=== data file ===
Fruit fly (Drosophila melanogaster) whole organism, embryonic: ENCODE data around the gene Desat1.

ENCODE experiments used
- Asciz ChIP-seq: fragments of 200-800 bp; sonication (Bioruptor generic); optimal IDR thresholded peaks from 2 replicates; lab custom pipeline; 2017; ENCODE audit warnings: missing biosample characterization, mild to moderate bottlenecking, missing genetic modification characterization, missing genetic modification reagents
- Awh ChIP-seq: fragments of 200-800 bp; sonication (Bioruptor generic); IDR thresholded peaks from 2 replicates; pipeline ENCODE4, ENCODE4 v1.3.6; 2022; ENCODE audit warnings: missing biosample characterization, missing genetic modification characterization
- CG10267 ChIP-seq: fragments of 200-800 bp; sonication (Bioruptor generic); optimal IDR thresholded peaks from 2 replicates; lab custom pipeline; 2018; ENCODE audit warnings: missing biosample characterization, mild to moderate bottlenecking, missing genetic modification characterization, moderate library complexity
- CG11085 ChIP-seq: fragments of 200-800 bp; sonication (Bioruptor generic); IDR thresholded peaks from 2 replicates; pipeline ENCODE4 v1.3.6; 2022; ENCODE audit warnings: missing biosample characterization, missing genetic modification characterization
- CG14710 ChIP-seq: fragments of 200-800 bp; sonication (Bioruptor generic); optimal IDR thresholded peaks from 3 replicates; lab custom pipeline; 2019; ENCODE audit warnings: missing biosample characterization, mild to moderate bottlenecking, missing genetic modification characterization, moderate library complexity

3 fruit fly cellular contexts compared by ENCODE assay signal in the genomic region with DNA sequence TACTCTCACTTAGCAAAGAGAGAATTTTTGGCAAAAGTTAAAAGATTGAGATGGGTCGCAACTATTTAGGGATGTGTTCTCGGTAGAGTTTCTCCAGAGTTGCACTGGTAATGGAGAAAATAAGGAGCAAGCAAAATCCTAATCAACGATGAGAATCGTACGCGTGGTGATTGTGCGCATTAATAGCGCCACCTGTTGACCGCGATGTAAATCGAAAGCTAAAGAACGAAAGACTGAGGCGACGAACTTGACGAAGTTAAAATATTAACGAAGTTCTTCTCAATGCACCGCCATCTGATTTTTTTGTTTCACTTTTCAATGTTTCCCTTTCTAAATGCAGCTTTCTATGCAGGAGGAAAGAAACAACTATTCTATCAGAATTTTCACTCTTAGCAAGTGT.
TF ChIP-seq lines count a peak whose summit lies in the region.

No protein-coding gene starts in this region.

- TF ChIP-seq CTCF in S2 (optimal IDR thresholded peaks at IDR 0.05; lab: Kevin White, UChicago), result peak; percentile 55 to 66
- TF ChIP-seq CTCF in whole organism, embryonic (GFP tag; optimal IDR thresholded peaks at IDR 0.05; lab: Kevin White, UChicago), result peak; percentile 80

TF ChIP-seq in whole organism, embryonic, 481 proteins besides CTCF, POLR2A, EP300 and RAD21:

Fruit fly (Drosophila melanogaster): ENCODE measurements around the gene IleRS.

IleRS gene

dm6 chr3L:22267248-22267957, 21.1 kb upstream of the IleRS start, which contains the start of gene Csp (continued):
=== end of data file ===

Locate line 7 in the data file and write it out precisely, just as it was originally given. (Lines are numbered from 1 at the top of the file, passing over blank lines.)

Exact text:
- CG14710 ChIP-seq: fragments of 200-800 bp; sonication (Bioruptor generic); optimal IDR thresholded peaks from 3 replicates; lab custom pipeline; 2019; ENCODE audit warnings: missing biosample characterization, mild to moderate bottlenecking, missing genetic modification characterization, moderate library complexity